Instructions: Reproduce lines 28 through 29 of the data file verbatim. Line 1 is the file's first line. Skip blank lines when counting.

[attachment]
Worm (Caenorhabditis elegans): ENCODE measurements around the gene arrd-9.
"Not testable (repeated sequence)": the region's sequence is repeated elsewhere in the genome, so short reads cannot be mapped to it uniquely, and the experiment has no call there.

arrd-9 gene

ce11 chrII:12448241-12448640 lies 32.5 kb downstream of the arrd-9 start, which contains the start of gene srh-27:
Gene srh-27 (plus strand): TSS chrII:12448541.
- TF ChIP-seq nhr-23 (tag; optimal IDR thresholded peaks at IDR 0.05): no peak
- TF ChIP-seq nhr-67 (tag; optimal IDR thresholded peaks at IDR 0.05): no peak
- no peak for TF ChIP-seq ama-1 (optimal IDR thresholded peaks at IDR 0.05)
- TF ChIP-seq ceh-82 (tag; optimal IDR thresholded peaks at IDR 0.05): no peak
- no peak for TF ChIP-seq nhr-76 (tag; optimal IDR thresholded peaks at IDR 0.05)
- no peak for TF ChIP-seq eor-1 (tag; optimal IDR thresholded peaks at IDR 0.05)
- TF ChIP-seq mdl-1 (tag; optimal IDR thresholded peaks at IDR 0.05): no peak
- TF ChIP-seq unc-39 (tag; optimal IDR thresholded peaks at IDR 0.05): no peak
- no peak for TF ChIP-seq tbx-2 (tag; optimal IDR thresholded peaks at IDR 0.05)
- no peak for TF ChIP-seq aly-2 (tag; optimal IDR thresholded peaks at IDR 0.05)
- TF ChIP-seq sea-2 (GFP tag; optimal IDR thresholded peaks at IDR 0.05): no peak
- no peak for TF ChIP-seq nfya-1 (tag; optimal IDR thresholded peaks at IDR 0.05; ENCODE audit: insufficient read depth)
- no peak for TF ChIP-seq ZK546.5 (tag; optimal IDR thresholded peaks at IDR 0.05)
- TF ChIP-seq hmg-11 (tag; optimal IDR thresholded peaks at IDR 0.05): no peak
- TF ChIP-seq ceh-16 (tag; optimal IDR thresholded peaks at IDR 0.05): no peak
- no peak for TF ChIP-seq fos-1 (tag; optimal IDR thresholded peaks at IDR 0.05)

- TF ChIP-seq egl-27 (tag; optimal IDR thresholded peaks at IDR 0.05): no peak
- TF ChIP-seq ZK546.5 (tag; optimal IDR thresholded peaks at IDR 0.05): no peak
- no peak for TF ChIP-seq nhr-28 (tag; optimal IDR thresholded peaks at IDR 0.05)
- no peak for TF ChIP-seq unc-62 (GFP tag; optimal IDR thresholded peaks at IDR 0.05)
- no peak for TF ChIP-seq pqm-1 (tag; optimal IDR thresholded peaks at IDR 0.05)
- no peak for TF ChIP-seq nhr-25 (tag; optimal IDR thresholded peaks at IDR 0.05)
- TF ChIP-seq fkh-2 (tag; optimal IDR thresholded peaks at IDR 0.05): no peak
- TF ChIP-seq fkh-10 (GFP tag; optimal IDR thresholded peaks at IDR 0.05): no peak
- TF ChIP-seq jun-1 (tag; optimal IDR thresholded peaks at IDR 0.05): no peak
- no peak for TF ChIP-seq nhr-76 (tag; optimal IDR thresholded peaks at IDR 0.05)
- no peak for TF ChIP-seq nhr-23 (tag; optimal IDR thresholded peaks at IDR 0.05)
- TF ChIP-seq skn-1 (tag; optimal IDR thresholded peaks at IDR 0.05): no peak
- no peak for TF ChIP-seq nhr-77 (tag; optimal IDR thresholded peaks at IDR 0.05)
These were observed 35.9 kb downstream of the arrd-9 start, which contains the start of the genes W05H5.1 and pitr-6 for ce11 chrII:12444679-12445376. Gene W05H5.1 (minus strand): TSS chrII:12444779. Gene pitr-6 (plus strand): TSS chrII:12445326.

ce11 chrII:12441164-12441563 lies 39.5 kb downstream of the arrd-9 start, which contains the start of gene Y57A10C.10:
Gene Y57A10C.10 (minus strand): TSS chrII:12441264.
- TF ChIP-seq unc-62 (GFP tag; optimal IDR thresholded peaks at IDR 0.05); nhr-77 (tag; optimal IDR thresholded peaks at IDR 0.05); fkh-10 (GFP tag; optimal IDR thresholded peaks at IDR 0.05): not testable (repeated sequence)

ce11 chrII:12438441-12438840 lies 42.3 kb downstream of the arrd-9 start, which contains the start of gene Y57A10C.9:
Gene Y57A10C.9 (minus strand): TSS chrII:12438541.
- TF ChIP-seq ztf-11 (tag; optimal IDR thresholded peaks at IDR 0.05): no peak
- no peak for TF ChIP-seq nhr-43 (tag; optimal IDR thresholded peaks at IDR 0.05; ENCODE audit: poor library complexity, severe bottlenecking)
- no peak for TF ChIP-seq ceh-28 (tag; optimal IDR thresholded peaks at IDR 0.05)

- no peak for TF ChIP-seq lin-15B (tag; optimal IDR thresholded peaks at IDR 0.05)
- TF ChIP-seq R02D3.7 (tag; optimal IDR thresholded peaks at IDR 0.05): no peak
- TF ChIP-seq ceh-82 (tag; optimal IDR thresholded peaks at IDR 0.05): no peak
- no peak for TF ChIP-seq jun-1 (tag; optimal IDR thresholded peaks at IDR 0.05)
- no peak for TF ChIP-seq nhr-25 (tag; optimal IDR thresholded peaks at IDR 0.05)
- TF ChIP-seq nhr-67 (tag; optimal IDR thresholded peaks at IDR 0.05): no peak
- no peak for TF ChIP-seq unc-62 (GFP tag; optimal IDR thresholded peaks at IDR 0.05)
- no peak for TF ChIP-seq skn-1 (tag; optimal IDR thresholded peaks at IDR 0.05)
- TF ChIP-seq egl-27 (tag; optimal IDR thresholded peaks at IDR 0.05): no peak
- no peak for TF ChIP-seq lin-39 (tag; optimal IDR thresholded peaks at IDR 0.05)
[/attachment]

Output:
- TF ChIP-seq fkh-2 (tag; optimal IDR thresholded peaks at IDR 0.05): no peak
- TF ChIP-seq fkh-10 (GFP tag; optimal IDR thresholded peaks at IDR 0.05): no peak